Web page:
Online estate agent Purplebricks has hit back at claims made in a television documentary which caused its shares to plunge.
The firm was the subject of allegations by the BBC that it used a banned claim in its marketing material and embellished sales figures.
Concerns were also raised over the way Purplebricks allows customers to defer payments.
Its shares dropped around 8% as a result on Wednesday.
However, in a stock market announcement addressing the issues raised, the firm said it is "confident" that the disclosure of the terms and nature of the deferred payment facility are "clear and transparent".
Last year the Advertising Standards Agency ordered the company to ditch promotional material claiming customers could save more than £4,000 on average by using its services.
But the BBC flagged that the group had repeated the claim in promotional emails.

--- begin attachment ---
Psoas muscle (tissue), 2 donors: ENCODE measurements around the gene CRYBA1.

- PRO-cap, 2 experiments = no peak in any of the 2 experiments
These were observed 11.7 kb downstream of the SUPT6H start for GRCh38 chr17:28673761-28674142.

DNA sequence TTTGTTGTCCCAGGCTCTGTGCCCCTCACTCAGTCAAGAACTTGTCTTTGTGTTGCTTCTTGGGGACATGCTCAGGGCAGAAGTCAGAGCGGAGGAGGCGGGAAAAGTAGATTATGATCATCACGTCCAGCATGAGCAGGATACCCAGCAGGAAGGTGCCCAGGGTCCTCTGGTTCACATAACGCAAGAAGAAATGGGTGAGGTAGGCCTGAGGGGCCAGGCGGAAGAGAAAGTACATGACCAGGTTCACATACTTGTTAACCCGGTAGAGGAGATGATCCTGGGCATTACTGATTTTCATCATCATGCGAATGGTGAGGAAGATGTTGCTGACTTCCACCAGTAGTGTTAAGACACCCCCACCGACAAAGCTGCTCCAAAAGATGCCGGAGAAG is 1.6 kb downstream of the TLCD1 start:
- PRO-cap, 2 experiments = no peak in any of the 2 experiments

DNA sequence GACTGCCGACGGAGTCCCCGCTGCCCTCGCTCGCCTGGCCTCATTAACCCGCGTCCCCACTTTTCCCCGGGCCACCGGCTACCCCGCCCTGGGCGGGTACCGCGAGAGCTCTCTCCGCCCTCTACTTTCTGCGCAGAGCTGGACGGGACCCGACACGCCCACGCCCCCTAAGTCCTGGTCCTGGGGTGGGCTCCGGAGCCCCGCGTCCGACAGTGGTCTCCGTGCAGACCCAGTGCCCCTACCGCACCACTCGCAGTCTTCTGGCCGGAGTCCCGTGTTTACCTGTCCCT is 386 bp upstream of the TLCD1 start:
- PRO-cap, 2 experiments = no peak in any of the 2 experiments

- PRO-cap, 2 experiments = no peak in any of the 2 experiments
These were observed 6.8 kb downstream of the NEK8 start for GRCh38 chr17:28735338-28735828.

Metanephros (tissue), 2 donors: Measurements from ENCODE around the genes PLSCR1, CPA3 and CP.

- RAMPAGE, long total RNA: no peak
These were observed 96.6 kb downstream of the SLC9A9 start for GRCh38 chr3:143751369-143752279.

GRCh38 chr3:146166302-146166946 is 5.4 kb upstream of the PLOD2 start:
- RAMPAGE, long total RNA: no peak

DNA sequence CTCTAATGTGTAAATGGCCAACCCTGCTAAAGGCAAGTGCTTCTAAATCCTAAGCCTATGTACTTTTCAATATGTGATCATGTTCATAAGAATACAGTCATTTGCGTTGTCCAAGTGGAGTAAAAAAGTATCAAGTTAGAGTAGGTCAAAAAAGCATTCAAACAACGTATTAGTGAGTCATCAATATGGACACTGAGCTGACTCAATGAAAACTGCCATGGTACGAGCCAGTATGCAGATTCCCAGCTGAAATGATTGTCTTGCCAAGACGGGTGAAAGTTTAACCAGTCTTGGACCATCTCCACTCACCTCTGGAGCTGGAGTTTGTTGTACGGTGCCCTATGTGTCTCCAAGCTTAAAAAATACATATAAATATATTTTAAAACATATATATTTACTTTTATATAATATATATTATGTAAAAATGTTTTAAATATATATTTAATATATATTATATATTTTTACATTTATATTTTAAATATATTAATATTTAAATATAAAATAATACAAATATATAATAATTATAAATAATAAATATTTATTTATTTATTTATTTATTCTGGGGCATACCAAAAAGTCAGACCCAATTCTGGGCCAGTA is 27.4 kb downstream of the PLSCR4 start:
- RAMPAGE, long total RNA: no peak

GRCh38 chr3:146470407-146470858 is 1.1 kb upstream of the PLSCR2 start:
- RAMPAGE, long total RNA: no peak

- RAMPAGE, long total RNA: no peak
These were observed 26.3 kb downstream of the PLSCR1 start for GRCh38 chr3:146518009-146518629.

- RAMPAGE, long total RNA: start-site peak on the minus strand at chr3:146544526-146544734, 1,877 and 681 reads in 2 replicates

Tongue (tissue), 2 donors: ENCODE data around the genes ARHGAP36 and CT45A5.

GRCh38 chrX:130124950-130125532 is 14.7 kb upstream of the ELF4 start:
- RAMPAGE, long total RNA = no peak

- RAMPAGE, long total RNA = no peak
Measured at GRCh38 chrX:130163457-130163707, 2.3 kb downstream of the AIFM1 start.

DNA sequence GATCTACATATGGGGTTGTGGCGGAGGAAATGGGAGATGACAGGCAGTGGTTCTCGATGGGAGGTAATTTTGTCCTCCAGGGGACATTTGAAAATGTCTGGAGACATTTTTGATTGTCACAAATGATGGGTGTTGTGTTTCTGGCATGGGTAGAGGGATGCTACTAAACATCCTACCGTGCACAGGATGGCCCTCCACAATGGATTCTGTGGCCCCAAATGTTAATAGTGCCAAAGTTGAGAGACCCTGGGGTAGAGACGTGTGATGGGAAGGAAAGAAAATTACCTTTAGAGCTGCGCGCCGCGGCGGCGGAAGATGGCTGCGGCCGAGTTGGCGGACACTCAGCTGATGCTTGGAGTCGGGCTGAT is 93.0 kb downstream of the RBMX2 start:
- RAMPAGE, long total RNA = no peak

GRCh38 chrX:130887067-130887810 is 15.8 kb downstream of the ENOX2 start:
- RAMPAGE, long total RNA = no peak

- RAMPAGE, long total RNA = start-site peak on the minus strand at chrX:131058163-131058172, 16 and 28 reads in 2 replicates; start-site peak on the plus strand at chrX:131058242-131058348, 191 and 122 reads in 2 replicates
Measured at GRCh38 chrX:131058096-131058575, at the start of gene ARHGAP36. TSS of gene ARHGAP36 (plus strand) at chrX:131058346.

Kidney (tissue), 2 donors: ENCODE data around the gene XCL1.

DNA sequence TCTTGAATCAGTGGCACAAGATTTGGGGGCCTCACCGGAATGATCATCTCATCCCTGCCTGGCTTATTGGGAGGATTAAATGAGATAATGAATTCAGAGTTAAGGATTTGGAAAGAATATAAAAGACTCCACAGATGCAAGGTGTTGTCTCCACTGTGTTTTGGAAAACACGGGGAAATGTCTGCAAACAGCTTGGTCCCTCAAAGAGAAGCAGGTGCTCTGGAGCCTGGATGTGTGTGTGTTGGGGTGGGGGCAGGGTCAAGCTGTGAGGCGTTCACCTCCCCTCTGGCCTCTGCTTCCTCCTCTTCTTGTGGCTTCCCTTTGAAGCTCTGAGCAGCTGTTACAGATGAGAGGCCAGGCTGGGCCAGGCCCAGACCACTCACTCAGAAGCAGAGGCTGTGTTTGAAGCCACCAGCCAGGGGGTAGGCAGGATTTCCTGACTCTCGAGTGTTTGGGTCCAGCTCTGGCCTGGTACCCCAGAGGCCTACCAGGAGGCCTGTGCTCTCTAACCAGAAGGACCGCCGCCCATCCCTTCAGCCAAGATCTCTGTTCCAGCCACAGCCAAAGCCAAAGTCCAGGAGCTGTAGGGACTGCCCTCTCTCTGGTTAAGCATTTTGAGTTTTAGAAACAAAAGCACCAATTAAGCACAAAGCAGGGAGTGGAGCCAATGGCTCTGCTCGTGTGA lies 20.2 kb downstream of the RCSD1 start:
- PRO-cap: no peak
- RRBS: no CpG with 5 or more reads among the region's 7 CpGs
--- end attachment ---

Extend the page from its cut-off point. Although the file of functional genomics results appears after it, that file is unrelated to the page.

Purpleebricks said a "standard email format that inadvertently still included the savings figure" and apologised for what it called an "oversight".
The BBC also aired claims that the firm's "local property experts" (LPEs) provided exaggerated instructions and sales figures for their respective areas.
Purplebricks "believes that the figures provided by the LPEs concerned have fairly reflected the performance of the teams operating in those areas", but it nevertheless committed to ensure its experts are clear about the statistics they use.
Purplebricks founder and chief executive Michael Bruce said: "We seek to satisfy and surpass our regulatory obligations at all times, and, where we find circumstances where we have fallen short, we seek to rectify these situations at the earliest opportunity.
"The Purplebricks offering has already saved consumers in the UK tens of millions of pounds when selling their properties, and we are focused on building on this position still further."